Introducing your Baby to Solid foods

It's Time to Introduce Solid Foods, Should you Choose Baby-Led Weaning, Spoon Feeding or a Combination of Both?

Today we are happy to have guest blogger Maggie Meade, author of The Wholesome Baby Food Guide and creator of Momtastic's Wholesome Baby Food Website join our blog. Maggie has graciously shared some of her ideas on introducing your baby to solid foods and we are delighted to have the opportunity to pass them on to you today. Thank you Maggie!

{If your baby is ready for solid foods, will you choose to begin the journey by spoon feeding your baby purees or by following a Baby-Led Weaning (BLW)** approach?  Both methods of introducing solid foods are acceptable.  The style that you choose is not an "all or nothing" proposition and you could give both methods a try to see which best suits your baby.   I believe that parents must be comfortable with, and confident in, the method of weaning/introducing solids that they have chosen.  Whether it is baby- led weaning or spoon feeding, or even jarred foods versus homemade foods, the “correct” method is the one that works best for both you and your baby.

{left: Parisian Carrots, right: Pink Potatoes courtesy of Momtastic's Wholesome Baby Food}

If you want to explore BLW, you should know that it is not ideal for babies who are less than six months of age and it may not be a good choice for developmentally delayed babies.  Baby-led weaning is a great way to allow babies who are six months and older to explore solid foods and help them learn how to develop their own instincts and eat by themselves; it’s a literal "hands-on" approach.  I think we often forget that exploring and eating food involves all the senses.  Allowing babies to learn about solid food on their own terms and letting them engage all of their senses, including touch, is truly a wonderful thing.   If you believe that your baby is ready to begin eating solid foods prior to six months of age, and the earliest recommended age to introduce solid foods is at four months, spoon feeding your baby purees is really the only option.  You will need to begin with relatively thin and runny textures and progress to thicker foods and eventually “table foods”.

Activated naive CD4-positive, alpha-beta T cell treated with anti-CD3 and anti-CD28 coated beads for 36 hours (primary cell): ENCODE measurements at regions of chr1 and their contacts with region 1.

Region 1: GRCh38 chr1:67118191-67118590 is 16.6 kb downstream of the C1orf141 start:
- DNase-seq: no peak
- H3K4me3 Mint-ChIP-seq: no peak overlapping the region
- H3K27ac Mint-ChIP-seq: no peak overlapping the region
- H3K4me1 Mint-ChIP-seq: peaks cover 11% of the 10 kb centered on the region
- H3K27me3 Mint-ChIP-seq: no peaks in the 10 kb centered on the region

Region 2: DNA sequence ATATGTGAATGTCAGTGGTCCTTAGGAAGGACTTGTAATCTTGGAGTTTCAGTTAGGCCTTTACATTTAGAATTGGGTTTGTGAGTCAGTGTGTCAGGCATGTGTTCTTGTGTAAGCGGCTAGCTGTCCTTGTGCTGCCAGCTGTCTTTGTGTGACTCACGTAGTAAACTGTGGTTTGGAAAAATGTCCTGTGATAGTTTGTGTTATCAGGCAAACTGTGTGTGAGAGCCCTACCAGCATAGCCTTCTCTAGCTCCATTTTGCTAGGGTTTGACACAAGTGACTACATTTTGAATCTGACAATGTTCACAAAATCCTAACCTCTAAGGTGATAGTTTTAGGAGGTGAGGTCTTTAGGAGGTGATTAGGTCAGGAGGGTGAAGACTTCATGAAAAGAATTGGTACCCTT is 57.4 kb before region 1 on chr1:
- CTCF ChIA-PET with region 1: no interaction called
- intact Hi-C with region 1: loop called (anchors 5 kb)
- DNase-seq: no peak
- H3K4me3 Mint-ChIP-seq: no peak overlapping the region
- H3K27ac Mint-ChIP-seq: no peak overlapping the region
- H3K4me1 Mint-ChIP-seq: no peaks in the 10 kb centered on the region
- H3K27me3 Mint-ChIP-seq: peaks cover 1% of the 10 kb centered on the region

It is possible to do a combination of BLW and purees and this will work best if you are making your own baby foods.  For example, if you are baking sweet potatoes you would puree a portion and chunk or lightly mash a portion.  Now you will have a puree to spoon feed as well as a portion to let baby explore and try to feed himself with.  Any recipe that you find for homemade baby food purees can easily be made into BLW food; to make BLW foods all you need to do is skip the pureeing step!

Some of the very same foods that you would cook and puree as starter foods for your baby make wonderful starter foods for BLW too!  Apples may be peeled and the whole apple given over to baby to hold and gnaw on or, you can bake a few apples and puree them or just mash them in a bowl and let baby dig in.  Avocado can also be offered as either a BLW food or it may be pureed and spoon-fed.  Cooking up some rice or another grain like oatmeal is a great BLW option; let your baby pick at and eat the cooked grains or feel free to puree the grains into a cereal.   You can spoon feed your baby purees and let your baby play with foods at the same time.  My boys always had a bowl of something that they could dig their hands into while I was feeding them.  There were many occasions where they just ate from the bowl or tray and I put away the bowl I had prepared to feed them.